By Nicola Popovic
Strolling along Berlin, it is impossible to overlook the numerous graffitis and, after all, mural art work visible at every street corner. Public art, which is what mural art has developed into, is part of our everyday media consumption, walking to the bus station or waiting at a traffic light. Political views and discussions are exchanged through symbols, words, and paintings, on walls and on buildings, in many cities around the globe.
In Berlin, the most prominent example of mural art is the accumulation over decades of layers of paintings and graffitis on the Berlin wall, the symbol of the division between two political ideologies, regimes and economic systems as it took place in one city. As shown by the Wall on Wall project, the Berlin wall, the Peace Line in Belfast, or the wall in Palestine are examples of dividing constructions which have been re-used as visual platforms for individual expressions of collective emotions concerning such disunion.
Art may become political in the public sphere. It often addresses issues that are collective in nature and relevant to its viewers. It may expose collective trauma, movements, discourses, and it may divide people.
One of the most influential artists of the 20th century, well-known for his mural work about political regimes, culture, social classes and struggles, is Diego Rivera. The Mexican painter combines intellectual discourse with Native American expressions and views on collective suffering. His mural work shows oppression and liberation movements by the Mexican people, but also struggles within ideologies, history and multi-cultural clashes.
Part Of Diego Rivera’s Mural Depicting Mexico’s History – 1929-1945
After studying in Europe where he met other artists such as Chagall, Picasso and Modigliani, he returned to Mexico to study Aztec and Mayan art. He also became more and more involved in the Mexican Communist movement. Being himself caught in a struggle between political beliefs and activism, between a European artistic education and Native American cultural expressions and narratives, socialist ideology and US capitalist art production, he unifies different sources that nurture the socio-political discourse of the Mexican people in the global context of the early 20th century: the moment of its struggle for independence.
Being both fascinated and disgusted by the capitalist regime in place in the northern part of the continent, Rivera had several well-paid assignments that sparked public controversy. His work at the Radio Corporation Arts Building in Rockefeller Center, for example was even destroyed, due to the presence of Lenin’s head in the painting. His paintings and actions claimed absolute freedom of expression and called for participation in the political discourse through his mural work in the public sphere.
One can see in his painting the unique combination of different peoples mixing into Latin American identity, as it touches on cubism and post-impressionism, native story telling (as known through Maya and Aztec art work), and the symbolism of political critical expressionism. Through the way in which an artist works with colors, motives, and the combination of both, factors that influence a collective experience such as trauma can be read in the art work of an individual. Diego Rivera sets high standards when it comes to possible interpretations of mural art. As in the case of Pablo Picasso’s Guernica, the mural works of Diego Rivera are an expression of the trauma experienced by a nation in a conflict as it tries to redefine its collective identity. The artist, through his work, makes a statement about emotions of a community he is not necessarily a part of.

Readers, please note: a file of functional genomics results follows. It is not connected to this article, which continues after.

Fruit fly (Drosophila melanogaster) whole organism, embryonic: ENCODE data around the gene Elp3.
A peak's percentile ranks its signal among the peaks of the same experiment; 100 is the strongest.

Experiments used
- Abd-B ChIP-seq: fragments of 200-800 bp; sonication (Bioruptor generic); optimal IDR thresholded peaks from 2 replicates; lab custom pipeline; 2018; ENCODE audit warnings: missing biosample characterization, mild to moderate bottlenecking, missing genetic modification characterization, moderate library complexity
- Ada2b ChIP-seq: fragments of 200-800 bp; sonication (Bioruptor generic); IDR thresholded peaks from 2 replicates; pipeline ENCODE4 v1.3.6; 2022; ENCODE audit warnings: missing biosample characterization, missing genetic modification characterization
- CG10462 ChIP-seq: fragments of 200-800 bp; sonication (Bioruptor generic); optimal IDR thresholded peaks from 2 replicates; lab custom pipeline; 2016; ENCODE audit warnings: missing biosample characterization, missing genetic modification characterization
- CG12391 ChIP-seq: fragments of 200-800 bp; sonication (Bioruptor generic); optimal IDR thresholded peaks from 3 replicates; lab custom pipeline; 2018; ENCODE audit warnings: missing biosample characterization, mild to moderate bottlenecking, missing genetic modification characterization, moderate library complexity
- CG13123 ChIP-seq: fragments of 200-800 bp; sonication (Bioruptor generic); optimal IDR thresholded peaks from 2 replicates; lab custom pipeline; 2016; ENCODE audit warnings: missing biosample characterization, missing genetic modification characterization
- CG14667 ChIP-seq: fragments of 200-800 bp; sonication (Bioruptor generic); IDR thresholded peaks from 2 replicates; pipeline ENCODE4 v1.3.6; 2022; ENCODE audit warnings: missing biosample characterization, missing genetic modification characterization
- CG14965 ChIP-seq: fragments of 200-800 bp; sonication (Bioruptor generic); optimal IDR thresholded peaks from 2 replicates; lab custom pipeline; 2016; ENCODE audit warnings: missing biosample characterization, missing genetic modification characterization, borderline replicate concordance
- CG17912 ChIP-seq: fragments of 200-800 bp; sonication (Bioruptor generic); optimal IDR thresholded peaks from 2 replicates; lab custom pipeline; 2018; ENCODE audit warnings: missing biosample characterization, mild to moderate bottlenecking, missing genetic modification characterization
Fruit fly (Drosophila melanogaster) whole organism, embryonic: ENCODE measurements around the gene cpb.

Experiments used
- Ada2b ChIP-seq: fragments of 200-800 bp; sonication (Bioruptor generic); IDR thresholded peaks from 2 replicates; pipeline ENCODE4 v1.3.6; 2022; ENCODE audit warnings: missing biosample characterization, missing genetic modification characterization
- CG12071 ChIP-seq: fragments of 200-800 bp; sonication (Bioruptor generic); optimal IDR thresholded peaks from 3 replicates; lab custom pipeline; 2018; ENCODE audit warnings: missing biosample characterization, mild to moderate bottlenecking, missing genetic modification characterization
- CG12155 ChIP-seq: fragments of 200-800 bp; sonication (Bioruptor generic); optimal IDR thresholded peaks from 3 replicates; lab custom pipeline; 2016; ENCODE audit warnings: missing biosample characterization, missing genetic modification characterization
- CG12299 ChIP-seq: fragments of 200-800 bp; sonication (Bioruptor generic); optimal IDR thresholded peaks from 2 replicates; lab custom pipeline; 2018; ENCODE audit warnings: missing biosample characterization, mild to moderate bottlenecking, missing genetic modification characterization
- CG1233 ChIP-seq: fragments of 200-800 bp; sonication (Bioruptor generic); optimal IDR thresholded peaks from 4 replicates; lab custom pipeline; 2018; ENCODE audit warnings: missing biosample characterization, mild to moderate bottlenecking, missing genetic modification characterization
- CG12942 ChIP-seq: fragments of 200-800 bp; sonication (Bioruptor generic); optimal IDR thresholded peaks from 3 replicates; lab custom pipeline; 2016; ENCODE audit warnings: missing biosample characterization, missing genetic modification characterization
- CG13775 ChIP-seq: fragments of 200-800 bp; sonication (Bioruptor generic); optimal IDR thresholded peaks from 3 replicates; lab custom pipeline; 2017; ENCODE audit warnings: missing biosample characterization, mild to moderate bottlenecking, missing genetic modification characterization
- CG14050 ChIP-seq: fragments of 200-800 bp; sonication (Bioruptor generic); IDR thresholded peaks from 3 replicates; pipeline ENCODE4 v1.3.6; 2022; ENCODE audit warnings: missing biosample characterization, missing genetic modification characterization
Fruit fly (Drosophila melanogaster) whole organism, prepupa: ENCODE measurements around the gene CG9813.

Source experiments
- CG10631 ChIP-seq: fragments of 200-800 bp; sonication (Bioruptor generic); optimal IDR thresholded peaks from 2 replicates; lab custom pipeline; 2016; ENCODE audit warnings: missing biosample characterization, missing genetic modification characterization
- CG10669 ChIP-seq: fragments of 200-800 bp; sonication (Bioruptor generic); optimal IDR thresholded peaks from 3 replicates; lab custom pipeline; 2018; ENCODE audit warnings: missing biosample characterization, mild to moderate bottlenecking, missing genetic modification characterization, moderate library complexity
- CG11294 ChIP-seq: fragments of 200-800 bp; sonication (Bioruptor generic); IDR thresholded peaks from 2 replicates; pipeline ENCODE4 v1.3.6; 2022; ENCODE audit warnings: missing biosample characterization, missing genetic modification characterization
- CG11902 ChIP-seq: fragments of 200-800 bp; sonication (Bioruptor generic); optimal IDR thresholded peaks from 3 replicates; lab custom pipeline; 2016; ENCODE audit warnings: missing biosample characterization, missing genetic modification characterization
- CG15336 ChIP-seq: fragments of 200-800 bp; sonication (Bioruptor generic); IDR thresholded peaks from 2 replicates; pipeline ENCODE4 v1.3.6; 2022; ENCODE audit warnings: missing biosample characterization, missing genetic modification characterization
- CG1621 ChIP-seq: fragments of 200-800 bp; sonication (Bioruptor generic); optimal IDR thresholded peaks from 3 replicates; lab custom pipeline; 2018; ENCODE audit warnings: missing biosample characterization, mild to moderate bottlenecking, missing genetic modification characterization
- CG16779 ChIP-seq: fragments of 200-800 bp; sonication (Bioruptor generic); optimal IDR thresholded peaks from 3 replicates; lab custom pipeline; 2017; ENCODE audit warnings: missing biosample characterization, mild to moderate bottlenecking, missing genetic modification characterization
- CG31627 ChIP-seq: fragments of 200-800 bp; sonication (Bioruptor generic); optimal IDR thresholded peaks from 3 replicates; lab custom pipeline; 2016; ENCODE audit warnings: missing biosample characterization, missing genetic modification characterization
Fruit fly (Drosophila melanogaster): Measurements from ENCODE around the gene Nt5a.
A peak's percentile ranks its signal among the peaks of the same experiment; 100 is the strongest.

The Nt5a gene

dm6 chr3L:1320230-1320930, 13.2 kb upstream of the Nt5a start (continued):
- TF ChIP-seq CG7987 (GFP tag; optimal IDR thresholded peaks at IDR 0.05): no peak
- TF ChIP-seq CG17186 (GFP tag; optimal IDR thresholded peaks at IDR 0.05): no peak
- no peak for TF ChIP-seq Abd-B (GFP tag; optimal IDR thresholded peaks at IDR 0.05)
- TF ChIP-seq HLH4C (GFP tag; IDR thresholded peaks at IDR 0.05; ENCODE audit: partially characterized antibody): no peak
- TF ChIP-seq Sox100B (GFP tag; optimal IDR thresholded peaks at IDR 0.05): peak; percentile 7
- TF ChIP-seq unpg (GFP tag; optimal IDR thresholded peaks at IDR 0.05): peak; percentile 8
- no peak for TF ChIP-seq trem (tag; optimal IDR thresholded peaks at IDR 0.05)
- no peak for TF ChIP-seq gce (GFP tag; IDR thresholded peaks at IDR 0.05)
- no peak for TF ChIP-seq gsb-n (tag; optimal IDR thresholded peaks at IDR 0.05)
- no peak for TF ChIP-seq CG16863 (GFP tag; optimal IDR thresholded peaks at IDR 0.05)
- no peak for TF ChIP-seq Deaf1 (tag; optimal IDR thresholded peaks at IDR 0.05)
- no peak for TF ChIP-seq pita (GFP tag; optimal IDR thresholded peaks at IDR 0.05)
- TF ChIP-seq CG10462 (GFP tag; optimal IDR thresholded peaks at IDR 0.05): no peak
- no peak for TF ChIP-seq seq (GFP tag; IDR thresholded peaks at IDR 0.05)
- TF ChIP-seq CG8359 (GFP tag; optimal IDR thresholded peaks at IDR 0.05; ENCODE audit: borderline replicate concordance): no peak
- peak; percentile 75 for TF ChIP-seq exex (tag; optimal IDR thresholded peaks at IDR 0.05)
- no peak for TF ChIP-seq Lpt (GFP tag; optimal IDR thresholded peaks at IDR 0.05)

When being exposed in the public sphere, art immediately attempts to integrate and interact with the public. Rivera not only expresses his personal opinion about the tensions between East and West, colonial European interventions and Native Americans, but is also the Zeitgeist of a decade. He documents history in its socio-political context through emotional expressions and therefore captures and at the same time influences collective memory of a conflict and trauma.
The same documentation of trauma can be found today in walls that separate people, buildings that scrape the sky, train stations, traffic signs and construction sites. They give to read the interpretations by an individual of a collective perception of realities, movements and social changes. Strolling along Berlin, these re-transcriptions can be read, drawn on a wall that separates and at the same time unites us, documenting different dimensions of a collective we may or may not be part of.
Indian Warrior – 1931
Of all the panels Rivera made for The Museum of Modern Art, Indian Warrior reaches back farthest into Mexican history, to the Spanish Conquest of the early 16th century. An Aztec warrior wearing the costume of a jaguar stabs an armored conquistador in the throat with a stone knife. The Spaniard’s steel blade—an emblem of European claims to superiority—lies broken nearby. Jaguar knights, members of an elite Aztec military order, were known for their fighting prowess; according to legend, their terrifying costumes enabled them to possess the power of the animal in battle. The panel’s jarring vision of righteous violence offered a Mesoamerican precedent for Mexico’s recent revolution, as well as its continuing struggles.